The two approaches typically have different pros and cons, with phage display offering a more convenient way to generate and screen large libraries of potential antibodies and yeast display offering more quantitative assessments of antibody-target binding and more precise selection of the best antibody candidates.

Also important, Arap noted, particularly for the in vivo validation step, was using a phage display approach that didn't require use of a helper phage. Historically, helper phages have been used in phage display experiments to provide cellular machinery required for production of the displayed proteins. However, this approach has downsides including contamination of the experiment with proteins expressed by the helper phage itself, and so researchers have developed alternative methods that rely on plasmids containing the required cellular machinery in place of the helper phages.

Arap said that paper co-author Andrew Bradbury, an expert in antibody display, has been one of the leaders in developing such approaches. Formerly a researcher at Los Alamos National Lab, Bradbury is now the co-founder of Santa Fe, New Mexico-based antibody firm Specifica, which he launched in 2016.

In the JCI Insight study, the researchers started with an unbiased in vitro phage display screening against their targets, EphA5 and GRP78. After two rounds of screening, they selected a subset of candidates and cloned them into their yeast-display system and then used fluorescence-activated cell sorting to select the antibodies that best recognized the two protein targets while also not binding to similar targets.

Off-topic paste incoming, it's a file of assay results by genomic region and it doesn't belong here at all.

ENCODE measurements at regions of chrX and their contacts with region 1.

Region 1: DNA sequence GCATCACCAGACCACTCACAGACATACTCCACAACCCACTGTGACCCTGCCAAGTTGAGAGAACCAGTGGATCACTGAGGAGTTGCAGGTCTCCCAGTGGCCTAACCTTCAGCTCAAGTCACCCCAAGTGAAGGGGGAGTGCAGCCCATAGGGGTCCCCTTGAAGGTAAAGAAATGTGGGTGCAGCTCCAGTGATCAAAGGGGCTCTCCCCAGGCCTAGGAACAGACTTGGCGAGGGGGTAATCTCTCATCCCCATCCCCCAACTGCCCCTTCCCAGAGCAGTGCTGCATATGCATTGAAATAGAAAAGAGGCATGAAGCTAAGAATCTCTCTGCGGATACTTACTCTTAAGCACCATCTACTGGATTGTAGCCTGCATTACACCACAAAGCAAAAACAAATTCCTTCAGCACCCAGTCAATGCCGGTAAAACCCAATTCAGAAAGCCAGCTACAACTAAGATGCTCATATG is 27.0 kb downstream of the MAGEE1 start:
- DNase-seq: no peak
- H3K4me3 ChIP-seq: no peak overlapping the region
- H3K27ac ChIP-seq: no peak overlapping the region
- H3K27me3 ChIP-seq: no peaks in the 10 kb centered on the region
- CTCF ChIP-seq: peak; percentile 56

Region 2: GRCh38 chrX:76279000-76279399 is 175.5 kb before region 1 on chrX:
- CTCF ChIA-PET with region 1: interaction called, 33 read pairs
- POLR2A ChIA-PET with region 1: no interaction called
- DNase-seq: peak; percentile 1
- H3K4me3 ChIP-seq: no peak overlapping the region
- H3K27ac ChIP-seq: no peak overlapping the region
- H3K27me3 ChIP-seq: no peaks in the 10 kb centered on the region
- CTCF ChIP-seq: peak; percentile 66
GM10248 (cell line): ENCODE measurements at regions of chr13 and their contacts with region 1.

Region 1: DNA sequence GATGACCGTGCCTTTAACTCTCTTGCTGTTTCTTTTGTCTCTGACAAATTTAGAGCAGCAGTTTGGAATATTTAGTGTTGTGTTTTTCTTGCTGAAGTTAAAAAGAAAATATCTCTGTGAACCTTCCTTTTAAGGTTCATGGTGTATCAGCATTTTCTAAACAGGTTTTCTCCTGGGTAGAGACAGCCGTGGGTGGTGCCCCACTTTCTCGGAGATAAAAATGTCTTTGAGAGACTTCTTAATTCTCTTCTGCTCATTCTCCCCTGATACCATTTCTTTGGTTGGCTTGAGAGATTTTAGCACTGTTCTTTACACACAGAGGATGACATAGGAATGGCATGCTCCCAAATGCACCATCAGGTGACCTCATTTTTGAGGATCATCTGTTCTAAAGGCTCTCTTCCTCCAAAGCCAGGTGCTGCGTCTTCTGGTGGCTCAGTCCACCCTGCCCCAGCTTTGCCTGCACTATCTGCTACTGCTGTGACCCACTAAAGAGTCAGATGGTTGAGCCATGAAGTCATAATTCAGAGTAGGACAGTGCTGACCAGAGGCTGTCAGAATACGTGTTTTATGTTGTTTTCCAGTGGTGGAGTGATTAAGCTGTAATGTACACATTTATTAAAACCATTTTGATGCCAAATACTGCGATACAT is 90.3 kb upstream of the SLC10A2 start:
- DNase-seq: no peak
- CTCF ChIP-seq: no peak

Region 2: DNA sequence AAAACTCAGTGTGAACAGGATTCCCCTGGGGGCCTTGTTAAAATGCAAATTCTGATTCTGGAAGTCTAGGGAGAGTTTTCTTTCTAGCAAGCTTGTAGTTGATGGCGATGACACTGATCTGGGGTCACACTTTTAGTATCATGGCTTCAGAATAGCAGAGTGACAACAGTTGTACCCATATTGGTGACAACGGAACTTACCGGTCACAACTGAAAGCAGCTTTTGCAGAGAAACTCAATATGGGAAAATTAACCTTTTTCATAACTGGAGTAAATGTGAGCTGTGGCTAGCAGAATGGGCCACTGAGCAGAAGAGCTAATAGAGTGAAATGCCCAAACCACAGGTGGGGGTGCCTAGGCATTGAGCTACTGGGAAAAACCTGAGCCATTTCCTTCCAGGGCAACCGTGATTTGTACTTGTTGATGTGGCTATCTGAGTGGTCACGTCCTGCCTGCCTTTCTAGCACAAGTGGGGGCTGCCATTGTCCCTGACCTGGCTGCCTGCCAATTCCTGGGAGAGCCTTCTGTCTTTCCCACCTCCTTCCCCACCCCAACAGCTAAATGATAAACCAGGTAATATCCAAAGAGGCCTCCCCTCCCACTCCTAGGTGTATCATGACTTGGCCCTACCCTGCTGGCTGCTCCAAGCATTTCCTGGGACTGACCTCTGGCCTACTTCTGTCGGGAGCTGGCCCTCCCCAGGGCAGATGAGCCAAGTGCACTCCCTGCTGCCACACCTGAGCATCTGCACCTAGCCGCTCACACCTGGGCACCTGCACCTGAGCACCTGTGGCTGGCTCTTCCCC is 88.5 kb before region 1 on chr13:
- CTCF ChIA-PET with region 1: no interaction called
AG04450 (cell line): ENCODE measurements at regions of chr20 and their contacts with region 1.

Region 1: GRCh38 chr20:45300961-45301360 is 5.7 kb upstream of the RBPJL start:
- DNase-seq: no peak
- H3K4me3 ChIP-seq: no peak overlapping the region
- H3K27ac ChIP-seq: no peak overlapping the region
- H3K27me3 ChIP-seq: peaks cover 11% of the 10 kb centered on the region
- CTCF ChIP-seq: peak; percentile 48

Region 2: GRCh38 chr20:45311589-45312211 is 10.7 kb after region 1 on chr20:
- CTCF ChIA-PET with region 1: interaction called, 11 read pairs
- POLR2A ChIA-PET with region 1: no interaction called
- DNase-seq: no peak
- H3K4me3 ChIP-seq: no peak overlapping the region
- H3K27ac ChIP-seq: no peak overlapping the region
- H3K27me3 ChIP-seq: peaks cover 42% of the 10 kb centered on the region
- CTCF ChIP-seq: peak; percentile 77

The researchers then took these antibodies and cloned them back into a phage display system and injected these phage pools into mice with breast and lung tumors to assess their activity in vivo. Using quantitative PCR, they then measured the relative number of the different phage particles bound both to the tumor and control tissue and isolated those more highly bound to the tumor tissue for additional rounds of in vivo selection. At the end of three rounds of selection, the researchers were able to identify several candidate antibodies that targeted the EphA5- and GRP78-expressing tumors while not binding the negative control tissue. They then used recombinant protein-based ELISA and cell-based ELISA to determine that the candidate antibodies were binding to surface EphA5 or GRP78, specifically.